“Gun violence plagues communities around New York every single day--as mothers are shot picking children up from school, grandmothers are gunned down in their own kitchens, and two year olds are shot in their car seats. The sad truth is hundreds of heinous gun crimes remain unsolved every year in New York and we can do more to help solve them by giving law enforcement the tools they need,” Jackie Hilly, Executive Director of New Yorkers Against Gun Violence, said. “While parents bury their innocent children and grieve for a lifetime, a murderer remains free. We must not allow criminals to run free when microstamping, a simple tool, can help solve gun crimes and give grieving families the justice they deserve. The New York State Senate should stand with victims and law enforcement and include microstamping in the 2012 budget. Including microstamping in the budget will assist those sworn to protect and defend us, and will take guns away from criminals before they have a chance to use them again.”
“We need to arm law enforcement with the resources needed to disarm our streets,” said State Senator Jose Peralta, who sponsors microstamping legislation in the Senate. “Throughout New York State, hundreds of shooting cases, including murders, go unsolved every year because police are unable to connect evidence found at the scene of a shooting to a perpetrator. Often the best leads at the scene are shell casings, but, in the absence of microstamping technology, police are rarely able to connect a shell casing back to the gun that fired it. Microstamping is a 21st Century law enforcement tool that will make cities and towns across New York safer by helping put violent gun criminals behind bars. We owe it to the victims whose murders remain unsolved to make microstamping the law in New York.”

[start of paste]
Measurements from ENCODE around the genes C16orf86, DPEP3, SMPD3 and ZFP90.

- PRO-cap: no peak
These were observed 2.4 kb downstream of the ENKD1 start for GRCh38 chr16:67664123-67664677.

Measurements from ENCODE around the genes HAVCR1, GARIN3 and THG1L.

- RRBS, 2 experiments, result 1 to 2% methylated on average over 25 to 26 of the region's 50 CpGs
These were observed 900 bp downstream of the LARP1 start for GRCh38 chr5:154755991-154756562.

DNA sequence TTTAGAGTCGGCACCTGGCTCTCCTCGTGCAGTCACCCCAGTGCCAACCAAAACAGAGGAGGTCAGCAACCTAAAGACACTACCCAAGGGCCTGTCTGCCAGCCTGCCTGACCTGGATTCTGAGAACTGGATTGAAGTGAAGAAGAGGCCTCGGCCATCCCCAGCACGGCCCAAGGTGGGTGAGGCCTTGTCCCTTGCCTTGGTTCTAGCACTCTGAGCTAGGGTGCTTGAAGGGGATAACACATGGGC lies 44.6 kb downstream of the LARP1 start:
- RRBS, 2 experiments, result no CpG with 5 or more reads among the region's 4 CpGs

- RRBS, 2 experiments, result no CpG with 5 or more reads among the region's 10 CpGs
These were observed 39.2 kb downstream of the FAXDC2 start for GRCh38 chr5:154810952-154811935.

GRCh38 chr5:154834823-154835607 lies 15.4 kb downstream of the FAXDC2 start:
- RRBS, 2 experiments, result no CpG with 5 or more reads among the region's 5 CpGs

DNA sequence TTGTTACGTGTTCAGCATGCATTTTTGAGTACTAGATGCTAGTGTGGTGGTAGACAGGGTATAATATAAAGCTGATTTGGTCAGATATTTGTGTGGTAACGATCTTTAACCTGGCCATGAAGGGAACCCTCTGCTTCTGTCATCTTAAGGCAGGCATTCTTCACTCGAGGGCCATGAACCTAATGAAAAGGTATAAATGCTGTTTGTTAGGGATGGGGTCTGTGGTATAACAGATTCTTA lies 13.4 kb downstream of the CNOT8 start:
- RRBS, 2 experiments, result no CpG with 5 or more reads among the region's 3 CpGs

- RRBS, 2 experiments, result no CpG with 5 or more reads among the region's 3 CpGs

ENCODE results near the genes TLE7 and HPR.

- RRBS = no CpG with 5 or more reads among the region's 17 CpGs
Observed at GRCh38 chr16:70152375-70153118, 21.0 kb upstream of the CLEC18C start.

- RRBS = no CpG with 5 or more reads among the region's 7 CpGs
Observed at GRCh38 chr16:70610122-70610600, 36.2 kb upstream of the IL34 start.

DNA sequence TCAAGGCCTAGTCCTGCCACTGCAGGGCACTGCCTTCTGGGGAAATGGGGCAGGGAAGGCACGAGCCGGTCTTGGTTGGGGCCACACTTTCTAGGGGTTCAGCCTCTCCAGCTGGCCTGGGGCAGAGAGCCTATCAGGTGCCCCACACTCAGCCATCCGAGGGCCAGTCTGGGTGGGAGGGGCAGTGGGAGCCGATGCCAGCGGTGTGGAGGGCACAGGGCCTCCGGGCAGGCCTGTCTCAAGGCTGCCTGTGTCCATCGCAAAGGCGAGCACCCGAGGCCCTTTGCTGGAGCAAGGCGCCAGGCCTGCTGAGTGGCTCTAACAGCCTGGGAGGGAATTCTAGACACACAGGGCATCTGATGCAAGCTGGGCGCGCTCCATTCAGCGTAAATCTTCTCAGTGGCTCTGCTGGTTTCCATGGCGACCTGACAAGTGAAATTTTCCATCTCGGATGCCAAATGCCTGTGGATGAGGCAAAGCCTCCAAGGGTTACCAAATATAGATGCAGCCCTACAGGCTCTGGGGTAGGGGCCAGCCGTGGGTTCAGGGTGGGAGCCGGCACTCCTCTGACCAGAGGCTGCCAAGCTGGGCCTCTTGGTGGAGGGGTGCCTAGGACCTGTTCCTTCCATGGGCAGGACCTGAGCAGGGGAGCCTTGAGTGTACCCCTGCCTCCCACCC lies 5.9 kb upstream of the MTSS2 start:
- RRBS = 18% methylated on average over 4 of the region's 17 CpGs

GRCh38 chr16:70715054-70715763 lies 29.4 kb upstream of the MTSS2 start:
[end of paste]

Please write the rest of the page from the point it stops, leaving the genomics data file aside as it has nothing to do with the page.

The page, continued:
“Without microstamping, we are depriving law enforcement of a critical crime-solving tool. It is mind-boggling that we allow hundreds of cases of murder and gun violence to go unsolved each year without providing police with the ability to connect shell casings with their guns,” said State Senator Daniel Squadron, who co-sponsors microstamping legislation in the Senate. “The Senate should support microstamping in the budget. The vast majority of stakeholders, from law enforcement to mayors to crime victims, agree: microstamping is critical. I thank New Yorkers Against Gun Violence, the advocates and victims who are here today, and my colleagues in the Senate and the Assembly for pushing to make microstamping a reality.”
“Microstamping is all about public safety and catching criminals. The family survivors can speak to that issue as no one else can. Law Enforcement Officer Maurice Gordon was shot and killed. 25 shell casings were retrieved. No suspect, no gun, no leads. What do you tell his family when there is a preponderance of evidence by way of shell casings, and you have the means to stop these crimes, but not the political will,” said Assemblywoman Michelle Schimel, the sponsor of microstamping legislation in the Assembly.
"Legislators, advocates, mayors, and police from across New York agree that we need to enact microstamping legislation, and we need to do it now," said Assemblymember Brian Kavanagh, a co-sponsor of the bill in the Assembly. "Time is of the essence; the sooner microstamping becomes law, the sooner it will help solve violent crimes, deter illegal gun trafficking, and ultimately save lives."
"Law enforcement needs every possible resource to effectively investigate and prosecute violent gun crimes," Nassau County District Attorney Kathleen Rice said. "Microstamping provides a critical starting point for detectives and invaluable physical evidence at trial, and I strongly encourage the State Senate to include microstamping in its forthcoming budget proposal."